Hershey’s Mill Golf Club
|Golf Professional||Matthew Harvey||(610) 692-6592|
|Architect||Dave & William Gordon|
|Tee Sheet||Front 9||Back 9||Course|
It was on Dec. 7, 1979, that Hershey’s Mill Golf Club was founded. Its course is the centerpiece of Hersey’s Mill Villages, a community of homes in West Chester, Pa. designed principally for people 50 years of age and over. The initial board of directors included David Acton, David F. Crockett, Sr., David F. Crockett, Jr., William G. Crockett, John F. Trickett, Joseph W. Conlon, Herbert F. Hall, and John B. Lewis. David Acton served as the first president of the new club. John Lewis succeeded him.
A 1981 photo at Hershey’s Mill showing 18th green in foreground, clubhouse in background
Doylestown’s Dave Gordon had been chosen to design the course, construction of which began in late 1978. Subsequently, however, William E. Maddox, of Batavia, Ill., was brought in to lay out and build the eighteen. The son of golf course architect and builder Charles E. Maddox, Bill Maddox, after working for a number of years with his father, fashioned several courses on his own in the 1970s, mainly on the west coast of Florida. Maddox incorporated four holes from the original Gordon plan into his design.
Nine holes opened for play on June 15, 1980 (there were 18 tees). A tournament marked the occasion. Fifty-one golfers teed off following a shotgun blast. They finished amidst thunderclaps in a violent storm. Since the clubhouse was not yet completed, the after-golf celebration took place in Winfield Hall, the community center.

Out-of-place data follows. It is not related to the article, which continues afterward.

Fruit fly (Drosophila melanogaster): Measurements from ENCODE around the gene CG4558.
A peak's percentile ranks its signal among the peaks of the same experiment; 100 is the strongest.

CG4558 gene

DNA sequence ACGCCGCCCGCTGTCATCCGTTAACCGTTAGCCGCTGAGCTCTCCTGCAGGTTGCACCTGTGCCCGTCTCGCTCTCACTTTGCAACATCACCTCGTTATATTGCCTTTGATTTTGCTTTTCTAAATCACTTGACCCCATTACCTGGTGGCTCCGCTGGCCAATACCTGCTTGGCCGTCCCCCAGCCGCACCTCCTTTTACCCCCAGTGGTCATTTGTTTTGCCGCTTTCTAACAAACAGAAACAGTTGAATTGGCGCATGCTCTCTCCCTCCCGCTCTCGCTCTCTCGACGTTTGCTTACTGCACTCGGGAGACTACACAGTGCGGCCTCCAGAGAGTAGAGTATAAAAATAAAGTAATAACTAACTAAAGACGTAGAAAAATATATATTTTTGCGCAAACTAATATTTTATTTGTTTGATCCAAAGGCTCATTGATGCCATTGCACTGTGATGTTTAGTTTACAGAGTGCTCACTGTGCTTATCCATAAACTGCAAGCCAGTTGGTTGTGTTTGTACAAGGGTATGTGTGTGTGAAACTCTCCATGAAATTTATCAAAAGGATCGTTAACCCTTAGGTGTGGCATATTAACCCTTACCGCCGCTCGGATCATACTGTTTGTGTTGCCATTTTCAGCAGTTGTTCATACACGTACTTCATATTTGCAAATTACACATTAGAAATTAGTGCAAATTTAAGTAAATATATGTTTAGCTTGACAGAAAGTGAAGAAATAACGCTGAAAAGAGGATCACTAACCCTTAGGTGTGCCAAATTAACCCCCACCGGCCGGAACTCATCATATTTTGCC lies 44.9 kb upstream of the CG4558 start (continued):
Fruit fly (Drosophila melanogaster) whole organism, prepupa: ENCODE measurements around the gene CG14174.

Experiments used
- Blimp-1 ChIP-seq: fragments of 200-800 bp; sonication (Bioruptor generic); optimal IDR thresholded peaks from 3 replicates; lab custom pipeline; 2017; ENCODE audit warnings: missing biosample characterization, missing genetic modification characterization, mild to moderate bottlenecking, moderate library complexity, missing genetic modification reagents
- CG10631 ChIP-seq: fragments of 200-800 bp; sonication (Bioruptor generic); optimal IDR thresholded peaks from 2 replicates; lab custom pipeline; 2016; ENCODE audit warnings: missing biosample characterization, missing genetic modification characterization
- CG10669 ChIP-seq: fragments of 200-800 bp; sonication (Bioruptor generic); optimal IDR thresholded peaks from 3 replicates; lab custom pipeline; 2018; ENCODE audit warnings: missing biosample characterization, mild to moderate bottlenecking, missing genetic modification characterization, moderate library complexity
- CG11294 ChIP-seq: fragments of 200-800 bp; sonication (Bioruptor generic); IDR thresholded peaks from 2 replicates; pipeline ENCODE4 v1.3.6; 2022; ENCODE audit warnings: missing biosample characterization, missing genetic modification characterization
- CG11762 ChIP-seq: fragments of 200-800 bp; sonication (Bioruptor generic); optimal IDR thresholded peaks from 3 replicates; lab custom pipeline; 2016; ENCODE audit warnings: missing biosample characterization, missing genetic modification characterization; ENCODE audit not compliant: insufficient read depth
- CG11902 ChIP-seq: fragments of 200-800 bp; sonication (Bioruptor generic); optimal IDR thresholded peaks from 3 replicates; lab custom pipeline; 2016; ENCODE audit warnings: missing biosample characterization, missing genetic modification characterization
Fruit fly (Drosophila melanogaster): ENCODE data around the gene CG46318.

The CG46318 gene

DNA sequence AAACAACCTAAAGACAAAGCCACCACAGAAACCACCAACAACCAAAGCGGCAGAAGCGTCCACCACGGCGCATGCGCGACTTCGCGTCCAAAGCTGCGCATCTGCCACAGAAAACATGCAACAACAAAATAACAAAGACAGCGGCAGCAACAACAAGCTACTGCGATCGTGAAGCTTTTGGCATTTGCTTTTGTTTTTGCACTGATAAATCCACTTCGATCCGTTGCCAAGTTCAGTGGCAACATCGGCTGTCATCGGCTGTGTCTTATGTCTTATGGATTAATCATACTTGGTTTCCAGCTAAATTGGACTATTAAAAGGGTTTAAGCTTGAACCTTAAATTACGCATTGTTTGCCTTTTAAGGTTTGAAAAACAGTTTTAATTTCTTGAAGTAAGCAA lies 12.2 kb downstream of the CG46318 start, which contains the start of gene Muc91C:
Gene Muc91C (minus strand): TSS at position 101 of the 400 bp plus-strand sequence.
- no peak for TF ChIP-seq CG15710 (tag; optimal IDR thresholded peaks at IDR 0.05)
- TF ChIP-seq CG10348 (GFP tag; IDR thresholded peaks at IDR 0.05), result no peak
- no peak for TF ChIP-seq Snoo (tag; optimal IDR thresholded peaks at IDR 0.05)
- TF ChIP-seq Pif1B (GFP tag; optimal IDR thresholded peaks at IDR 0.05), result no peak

Six months later, in December 1980, the clubhouse opened its doors. It contained a dining room with a seating capacity of 130, locker rooms for men and women, six rooms for overnight guests, and a golf shop. Ben Steele was the club’s first professional. The clubhouse was formally dedicated on Jan. 31, 1981.
By the end of May, 1981, all eighteen holes were in play. A round then started at what is now the 10th tee; the nines were switched in July 1982.
Since the opening of the full 18, several changes have been made in the course, most notably the lengthening of the 2nd hole to a par 5. Both the 6th and the 8th greens have been rebuilt.
Routed over attractively rolling terrain and dotted with a number of proud old hardwoods and evergreens, Hersey’s Mill measures 6,292 yards from the regular markers (6,702 from the back, 5,634 from the front) and plays to a par of 72. A look at the card discloses no par 5 as long as 500 yards and only two par 4s—the 433-yard 6th and the grand 417-yard 18th, over water, then uphill to a dangerously sloping green—requiring some show of strength. But the card can be misleading. A combination of narrow fairways, doglegs, boundaries, and elevation changes— plus greens that generally call for a very assured touch— produces a course rating, from the regular markers, of 70.7 and a Slope of 126. The community may well have been developed with senior citizens in mind, but the golf course makes little concession to the age of the players.
The Golf Association of Philadelphia Magazine highlighted Hershey Mill’s wastewater treatment plant in its Fall 2014 issue.